Amanda Pensack was sitting in the dark, shivering, dehydrated, and hungry.
She wondered when the lights were going to come back on. The power came in waves for five days and nights.
“The little things that we were all so concerned about every day like, you know, stressing out about a meeting at work or a deadline at work, or relationship problems,” she said, “those did not matter at all last week.”
Pensack, who moved to the Lakeway, Texas area on a whim just two months ago, had lived in Boston her whole life.
Alongside her friend from the city, she had decided to escape the New England winter. Thinking it was going to be in the 60s and 70s, they only brought lightweight clothing.
Then, last Sunday morning Pensack woke up to about six and a half inches of snow and no power. Groceries from Whole Foods Market were supposed to be delivered to her house that day, but the order was canceled due to the storm.
Without snowplows in Austin, there was no way to treat the roads and she knew there was no way she would be getting to a store.
“I started panicking when I was taking inventory of foods,” Pensack said, realizing there wasn’t much in the house. She began to ask herself, “How long could I sustain myself if need be, and unfortunately the answer was: not very long.”
Pipes had been freezing, exploding, then flooding units and households, so city officials turned off a majority of the area’s faucets. Water supply was dwindling, she said, and she became dehydrated and was rationing her food.
“That is a wake up call and a reality check,” she said. “That’s the kind of event that really changes your life and kind of changes your perspective on how you live your life and how you want to live your life.”
Through a friend of a friend of a friend, Pensack stumbled across a good samaritans Facebook group where Kami Irwin and Kim Hamilton-Pfeiffer were posting live videos as they drove around, delivering essential supplies to people, and helping in whatever ways they could.
Half an hour after Pensack messaged them for support, they asked for an address and showed up at her doorstep.
“Late at night, they brought over sandwiches. They brought over more food and a couple of bottles of water, which was the best we could get at that time because we were out,” she said. “So they really saved us; they got us through the night and through the next day with their supplies.”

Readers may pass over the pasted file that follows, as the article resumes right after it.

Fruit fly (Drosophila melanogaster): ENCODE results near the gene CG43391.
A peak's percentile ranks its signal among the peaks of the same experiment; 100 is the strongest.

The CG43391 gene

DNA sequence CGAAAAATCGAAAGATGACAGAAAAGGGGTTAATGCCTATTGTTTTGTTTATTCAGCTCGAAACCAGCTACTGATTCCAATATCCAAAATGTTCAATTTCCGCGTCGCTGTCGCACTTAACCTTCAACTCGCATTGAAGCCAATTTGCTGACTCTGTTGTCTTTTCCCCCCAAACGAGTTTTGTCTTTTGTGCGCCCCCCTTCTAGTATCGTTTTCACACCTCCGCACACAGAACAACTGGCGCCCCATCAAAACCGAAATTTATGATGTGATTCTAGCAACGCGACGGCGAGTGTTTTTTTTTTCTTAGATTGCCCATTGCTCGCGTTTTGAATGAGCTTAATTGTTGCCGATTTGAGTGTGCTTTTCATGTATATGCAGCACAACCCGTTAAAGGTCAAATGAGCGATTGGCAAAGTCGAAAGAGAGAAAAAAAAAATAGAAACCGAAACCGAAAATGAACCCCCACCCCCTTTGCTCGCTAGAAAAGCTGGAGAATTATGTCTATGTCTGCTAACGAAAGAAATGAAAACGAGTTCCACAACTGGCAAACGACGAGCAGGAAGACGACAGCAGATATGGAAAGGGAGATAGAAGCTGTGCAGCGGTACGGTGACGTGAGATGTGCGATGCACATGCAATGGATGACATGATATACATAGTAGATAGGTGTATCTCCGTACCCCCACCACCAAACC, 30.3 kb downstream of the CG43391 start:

Just yesterday the two women posted a video from inside their four-wheel-drive truck letting people know that they were out delivering again, supplied with milk, firewood, blankets, baby formula, food, and water.
Delivering again today!!! Let us know where you need us! We have #milk #firewood #blankets #babyformula #food #water Kim Hamilton Pfeiffer Amanda Pensack Julie Childs also thank you Shannon J. Wood for the amazing donation we received during the live post! @kami-irwin Venmo #TexasStrong #texaswinterstorm2021 #milk #babies #blankets #prayfortexas #donationswelcome #austintx #HelpOthers #CBS #KVUE #FoxNews
Posted by Kami Irwin on Saturday, February 20, 2021
“Let us know where you need us!” they said, noting that no locations were off-limits.
The duo have been driving throughout Central Texas helping those impacted by the historic winter storm.
Pensack said their Facebook post began spreading like wildfire, and local needs ranged from the basics, to getting a diabetic woman her medication, to collecting spare milk from restaurants for babies, to picking up hand sanitizer and baby wipes for people after a week without a shower.
The pair even funded most of it on their own, only recently opening up personal Venmo accounts for donations to keep the help going, Pensack added.
If you don’t have Venmo and want to help just download the app and you can find us at @kami-irwin for all donations to…
“I’ve cried tears of despair this week, but also a lot of joy,” she said. “To witness two strangers, two amazing strong women who are braving icy roads, blockaded roads, really dangerous conditions at night to literally deliver me food and water, a perfect stranger, that they’ve never met before — it was the most touching gesture that anyone’s ever done for me because they care.”
Before Kim and Kami stopped at her home, Pensack said she experienced a string of “sweet gestures” from other total strangers.
The first day she called the nearby fire department, which dropped off about 10 cans of beans, some tuna fish, and a couple of bags of open chips from the station. Later, one of her neighbors who she had just met for the first time let her raid their pantry, and another packed lunches for her and her roommate into brown bags.
“Even though it’s 70 degrees outside and it’s warm and sunny and we have our power back, there’s still a big problem here,” Pensack said, noting how it may seem like everything is okay but people are still trying to meet their basic needs. “Many people still don’t have water and we’re in a drinking water shortage now.”
Irwin and Hamilton-Pfeiffer are still out on the roads offering help, she said.
“We moved down here to Austin to experience a new change of scenery, and we came down here to have warmth and a new climate and just a new experience altogether,” Pensack said. “And, yeah, we ended up getting that and a lot more. We ended up getting more visibility with the community and new friends and new neighbors and people who you really know that they have your back, especially in survival situations, where it’s just so heartwarming to be a part of something like that — a story that I’ll never forget.”
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